Resilient global growth and the approaching pause in the Fed’s tightening cycle suggest a more supportive outlook for frontier markets (FM). Nonetheless, downside risks, such as an El Niño event or a global slowdown, leave us cautious. Our allocations seek exposure to the nearshoring trend and constructive commodity outlook.
Following a challenging backdrop of rising commodity prices and tighter monetary policy, the outlook appears to be improving. Global growth has been better than initially feared, with the global composite PMI index above the 50-mark in July. Economic activity has proven most resilient in the US, where forecasters have pushed back or softened recession projections. While China’s post-lockdown recovery has disappointed, policymakers acknowledged this when unveiling support measures at the July Politburo meeting. The announced stimulus measures should support steady but softer growth in China, which has positive spillover effects on FM. Meanwhile, with disinflation firmly underway in the US, the Fed is widely expected to reach peak rates this year. As such, the USD should soften, providing some respite for emerging markets (EM) and FM.
There are still a few challenges clouding the horizon. Aggressive monetary tightening suggests a slowdown in developed markets (DM) seems likely. The eurozone has narrowly avoided a recession, and a continued downturn seems likely. In the US, leading indicators point to a softening in activity, albeit milder than expected six months ago. More specifically for FM, the US Climate Prediction Center indicates a greater than 95% chance of an El Niño weather event over the coming months. El Niño tends to lead to drought and dry conditions in parts of Asia and more rainfall in parts of South America. On the former, Vietnam has already started to feel the impact of reduced hydropower generation, and its rice and coffee output is at risk. Conversely, Argentina’s agricultural production could receive a boost from greater precipitation following droughts at the start of the year. More generally, lower agricultural output and higher food prices would hit countries that are net food importers and have a large weight to food in their CPI basket. Nigeria, Bangladesh and Morocco appear vulnerable on this front.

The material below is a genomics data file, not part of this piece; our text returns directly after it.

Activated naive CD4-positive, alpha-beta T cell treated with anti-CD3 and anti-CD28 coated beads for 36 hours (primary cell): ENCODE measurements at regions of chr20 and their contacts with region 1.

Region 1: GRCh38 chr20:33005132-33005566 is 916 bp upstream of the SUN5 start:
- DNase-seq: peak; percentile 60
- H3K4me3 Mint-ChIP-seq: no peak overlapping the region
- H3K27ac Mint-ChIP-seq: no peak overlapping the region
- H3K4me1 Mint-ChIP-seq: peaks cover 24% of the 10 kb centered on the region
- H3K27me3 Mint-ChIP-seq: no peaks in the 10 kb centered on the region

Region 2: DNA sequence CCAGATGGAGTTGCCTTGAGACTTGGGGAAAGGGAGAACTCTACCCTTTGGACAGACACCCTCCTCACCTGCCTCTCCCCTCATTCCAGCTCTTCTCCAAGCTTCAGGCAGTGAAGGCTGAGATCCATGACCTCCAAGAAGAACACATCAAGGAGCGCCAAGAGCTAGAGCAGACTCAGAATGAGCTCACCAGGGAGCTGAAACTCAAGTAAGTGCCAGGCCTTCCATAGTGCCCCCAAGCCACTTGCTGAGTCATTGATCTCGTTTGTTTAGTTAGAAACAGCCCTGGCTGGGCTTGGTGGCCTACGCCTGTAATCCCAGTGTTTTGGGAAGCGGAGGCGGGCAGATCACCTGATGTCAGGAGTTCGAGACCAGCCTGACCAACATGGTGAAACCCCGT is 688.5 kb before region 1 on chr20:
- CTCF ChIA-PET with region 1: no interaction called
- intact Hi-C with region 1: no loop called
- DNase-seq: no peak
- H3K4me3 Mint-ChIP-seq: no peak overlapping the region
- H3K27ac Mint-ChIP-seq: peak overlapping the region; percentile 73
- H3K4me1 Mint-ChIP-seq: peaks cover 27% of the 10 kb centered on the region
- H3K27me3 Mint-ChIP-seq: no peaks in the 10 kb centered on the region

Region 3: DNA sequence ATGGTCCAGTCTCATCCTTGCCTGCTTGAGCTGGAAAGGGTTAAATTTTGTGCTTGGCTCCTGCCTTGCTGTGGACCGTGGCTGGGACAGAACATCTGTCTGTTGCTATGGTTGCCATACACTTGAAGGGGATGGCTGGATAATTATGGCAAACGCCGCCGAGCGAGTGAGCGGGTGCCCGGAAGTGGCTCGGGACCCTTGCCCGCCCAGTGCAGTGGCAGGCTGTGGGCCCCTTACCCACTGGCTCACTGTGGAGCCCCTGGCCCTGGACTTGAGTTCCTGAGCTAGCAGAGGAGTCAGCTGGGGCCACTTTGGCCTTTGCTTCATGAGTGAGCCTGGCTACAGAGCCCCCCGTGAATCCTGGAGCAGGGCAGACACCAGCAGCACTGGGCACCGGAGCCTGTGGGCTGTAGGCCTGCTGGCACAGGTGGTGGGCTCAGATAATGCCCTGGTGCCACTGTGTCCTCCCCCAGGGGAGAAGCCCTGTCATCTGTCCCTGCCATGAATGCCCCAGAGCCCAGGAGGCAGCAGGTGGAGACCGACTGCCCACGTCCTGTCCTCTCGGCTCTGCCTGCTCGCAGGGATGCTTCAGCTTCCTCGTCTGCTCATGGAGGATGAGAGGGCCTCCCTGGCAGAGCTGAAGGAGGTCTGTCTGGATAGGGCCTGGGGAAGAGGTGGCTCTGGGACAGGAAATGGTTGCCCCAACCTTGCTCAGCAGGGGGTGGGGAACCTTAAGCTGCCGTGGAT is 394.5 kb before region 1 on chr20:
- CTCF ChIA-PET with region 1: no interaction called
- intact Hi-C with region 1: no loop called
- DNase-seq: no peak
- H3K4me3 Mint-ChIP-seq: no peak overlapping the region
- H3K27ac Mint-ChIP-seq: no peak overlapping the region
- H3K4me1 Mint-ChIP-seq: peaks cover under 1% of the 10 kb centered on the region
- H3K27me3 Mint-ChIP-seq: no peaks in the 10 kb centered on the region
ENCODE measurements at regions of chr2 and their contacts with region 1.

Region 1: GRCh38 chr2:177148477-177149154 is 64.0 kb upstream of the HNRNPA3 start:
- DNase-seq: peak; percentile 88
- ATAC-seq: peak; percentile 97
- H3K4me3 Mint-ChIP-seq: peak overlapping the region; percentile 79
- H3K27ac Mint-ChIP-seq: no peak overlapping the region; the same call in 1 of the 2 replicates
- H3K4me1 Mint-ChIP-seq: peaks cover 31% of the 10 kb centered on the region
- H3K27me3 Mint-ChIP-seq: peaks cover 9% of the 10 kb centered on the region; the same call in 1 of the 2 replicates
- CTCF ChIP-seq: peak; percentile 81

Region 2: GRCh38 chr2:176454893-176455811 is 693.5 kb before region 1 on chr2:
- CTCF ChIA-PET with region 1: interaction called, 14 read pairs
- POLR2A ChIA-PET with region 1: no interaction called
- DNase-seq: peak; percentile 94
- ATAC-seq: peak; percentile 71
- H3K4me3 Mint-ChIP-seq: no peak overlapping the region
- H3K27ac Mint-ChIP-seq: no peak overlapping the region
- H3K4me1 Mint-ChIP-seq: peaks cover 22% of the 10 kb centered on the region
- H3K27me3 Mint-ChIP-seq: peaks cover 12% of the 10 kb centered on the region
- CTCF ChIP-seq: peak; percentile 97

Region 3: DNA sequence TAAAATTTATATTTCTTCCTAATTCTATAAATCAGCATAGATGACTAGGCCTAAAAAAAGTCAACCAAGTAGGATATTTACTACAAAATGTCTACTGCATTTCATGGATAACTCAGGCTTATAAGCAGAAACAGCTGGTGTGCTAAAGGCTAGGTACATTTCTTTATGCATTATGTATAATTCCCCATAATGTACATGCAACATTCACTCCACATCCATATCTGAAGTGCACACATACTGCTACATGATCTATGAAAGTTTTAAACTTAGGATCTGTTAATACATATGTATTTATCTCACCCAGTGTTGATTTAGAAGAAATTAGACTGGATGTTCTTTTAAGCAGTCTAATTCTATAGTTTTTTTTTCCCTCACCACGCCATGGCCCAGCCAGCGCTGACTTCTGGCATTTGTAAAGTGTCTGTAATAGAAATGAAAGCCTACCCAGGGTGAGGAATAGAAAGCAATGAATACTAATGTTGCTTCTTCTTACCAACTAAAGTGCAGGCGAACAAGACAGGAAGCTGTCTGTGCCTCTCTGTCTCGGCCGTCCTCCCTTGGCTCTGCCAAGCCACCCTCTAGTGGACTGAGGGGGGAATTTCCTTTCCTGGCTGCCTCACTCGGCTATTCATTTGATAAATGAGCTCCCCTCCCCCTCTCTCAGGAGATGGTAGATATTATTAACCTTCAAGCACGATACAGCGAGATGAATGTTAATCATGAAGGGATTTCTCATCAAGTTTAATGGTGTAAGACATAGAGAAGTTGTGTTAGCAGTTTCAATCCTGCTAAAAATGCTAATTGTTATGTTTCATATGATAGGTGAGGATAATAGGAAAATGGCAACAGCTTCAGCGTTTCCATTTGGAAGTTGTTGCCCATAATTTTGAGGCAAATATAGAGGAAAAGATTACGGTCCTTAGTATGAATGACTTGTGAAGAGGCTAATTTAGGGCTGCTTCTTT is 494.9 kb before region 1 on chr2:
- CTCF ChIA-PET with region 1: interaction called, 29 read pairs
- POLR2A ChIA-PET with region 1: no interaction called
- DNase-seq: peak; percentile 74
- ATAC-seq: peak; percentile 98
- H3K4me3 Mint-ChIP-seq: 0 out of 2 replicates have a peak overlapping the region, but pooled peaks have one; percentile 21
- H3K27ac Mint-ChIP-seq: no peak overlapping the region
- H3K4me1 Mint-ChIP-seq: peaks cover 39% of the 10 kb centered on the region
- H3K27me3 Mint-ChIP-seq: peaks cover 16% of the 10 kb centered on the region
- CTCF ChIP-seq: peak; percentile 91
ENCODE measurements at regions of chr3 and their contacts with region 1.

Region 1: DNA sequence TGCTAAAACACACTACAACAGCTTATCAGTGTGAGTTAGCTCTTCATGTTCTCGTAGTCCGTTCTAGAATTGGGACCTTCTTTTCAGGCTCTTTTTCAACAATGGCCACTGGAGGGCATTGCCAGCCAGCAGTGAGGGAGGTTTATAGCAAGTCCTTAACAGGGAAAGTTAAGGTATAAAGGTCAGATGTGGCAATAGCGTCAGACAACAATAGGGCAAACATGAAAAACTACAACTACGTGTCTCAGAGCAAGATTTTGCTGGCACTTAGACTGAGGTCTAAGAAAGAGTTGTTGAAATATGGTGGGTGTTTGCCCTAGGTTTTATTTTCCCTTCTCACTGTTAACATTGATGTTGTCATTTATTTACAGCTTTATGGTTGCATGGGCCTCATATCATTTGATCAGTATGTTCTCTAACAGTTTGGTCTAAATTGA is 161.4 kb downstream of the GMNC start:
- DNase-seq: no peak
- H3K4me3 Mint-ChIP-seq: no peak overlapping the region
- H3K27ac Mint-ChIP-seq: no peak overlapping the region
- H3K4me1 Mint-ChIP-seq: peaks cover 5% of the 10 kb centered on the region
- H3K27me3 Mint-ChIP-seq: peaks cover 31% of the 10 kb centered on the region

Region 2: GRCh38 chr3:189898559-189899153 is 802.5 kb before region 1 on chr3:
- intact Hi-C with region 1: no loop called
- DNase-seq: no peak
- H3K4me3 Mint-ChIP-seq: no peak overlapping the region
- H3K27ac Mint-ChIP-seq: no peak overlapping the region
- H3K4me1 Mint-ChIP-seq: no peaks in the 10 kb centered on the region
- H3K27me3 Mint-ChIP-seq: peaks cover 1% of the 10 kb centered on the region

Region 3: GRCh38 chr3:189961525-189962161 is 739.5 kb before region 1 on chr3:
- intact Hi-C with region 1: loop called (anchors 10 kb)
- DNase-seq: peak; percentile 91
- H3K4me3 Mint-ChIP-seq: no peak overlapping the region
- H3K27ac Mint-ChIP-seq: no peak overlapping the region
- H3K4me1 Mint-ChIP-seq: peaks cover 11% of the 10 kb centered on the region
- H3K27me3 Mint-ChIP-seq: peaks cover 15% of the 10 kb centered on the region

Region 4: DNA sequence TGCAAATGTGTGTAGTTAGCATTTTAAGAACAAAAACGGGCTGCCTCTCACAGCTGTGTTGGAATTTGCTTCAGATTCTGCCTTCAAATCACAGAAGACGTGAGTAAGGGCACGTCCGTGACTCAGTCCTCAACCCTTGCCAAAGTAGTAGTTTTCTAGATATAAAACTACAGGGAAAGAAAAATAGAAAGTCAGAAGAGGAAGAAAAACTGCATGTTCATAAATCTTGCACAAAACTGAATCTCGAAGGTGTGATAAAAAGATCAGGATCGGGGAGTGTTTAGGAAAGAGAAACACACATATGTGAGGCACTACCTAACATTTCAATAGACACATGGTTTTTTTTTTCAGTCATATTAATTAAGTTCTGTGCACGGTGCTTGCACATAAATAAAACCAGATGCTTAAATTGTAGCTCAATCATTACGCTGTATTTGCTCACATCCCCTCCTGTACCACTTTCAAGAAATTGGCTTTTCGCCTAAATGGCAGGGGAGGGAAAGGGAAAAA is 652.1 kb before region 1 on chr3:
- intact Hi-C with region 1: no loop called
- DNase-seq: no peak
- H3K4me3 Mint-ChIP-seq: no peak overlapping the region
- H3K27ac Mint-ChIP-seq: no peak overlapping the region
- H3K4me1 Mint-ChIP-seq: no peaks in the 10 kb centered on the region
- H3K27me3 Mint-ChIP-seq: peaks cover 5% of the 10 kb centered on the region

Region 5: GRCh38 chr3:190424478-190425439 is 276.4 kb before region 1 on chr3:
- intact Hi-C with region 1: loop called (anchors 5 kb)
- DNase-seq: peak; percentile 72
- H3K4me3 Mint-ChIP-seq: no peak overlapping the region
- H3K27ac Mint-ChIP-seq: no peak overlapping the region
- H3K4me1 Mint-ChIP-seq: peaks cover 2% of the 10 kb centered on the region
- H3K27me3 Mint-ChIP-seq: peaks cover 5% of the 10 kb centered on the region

FM equities, as measured by the MSCI FM 100 Net TR Index, outperformed EM equities (MSCI EM Net TR Index) by 3.8% points over February-July. It underperformed DM equities (MSCI World Net TR Index) by 4.0%pts, but this reflects the AI-driven technology stock rally in DM. Valuations for the MSCI FM100 Index have become more attractive, as its 12M forward P/E is at a near 40% discount to EM, much wider than its five-year average.
For our country allocation, we favour markets that benefit from nearshoring trends (Vietnam) and our constructive near-term commodity view (Kazakhstan). We stay underweight in Argentina and Nigeria due to election uncertainty and volatile swings in the naira, respectively.
We only make one change to our allocation:
*The publication reflects asset performance up to 31 July, 2023, and macro events and data releases up to 8 August, 2023, unless indicated otherwise.
The information contained herein is obtained from sources believed by City of London Investment Management Company Limited to be accurate and reliable. No responsibility can be accepted under any circumstances for errors of fact or omission. Any forward looking statements or forecasts are based on assumptions and actual results may vary from any such statements or forecasts.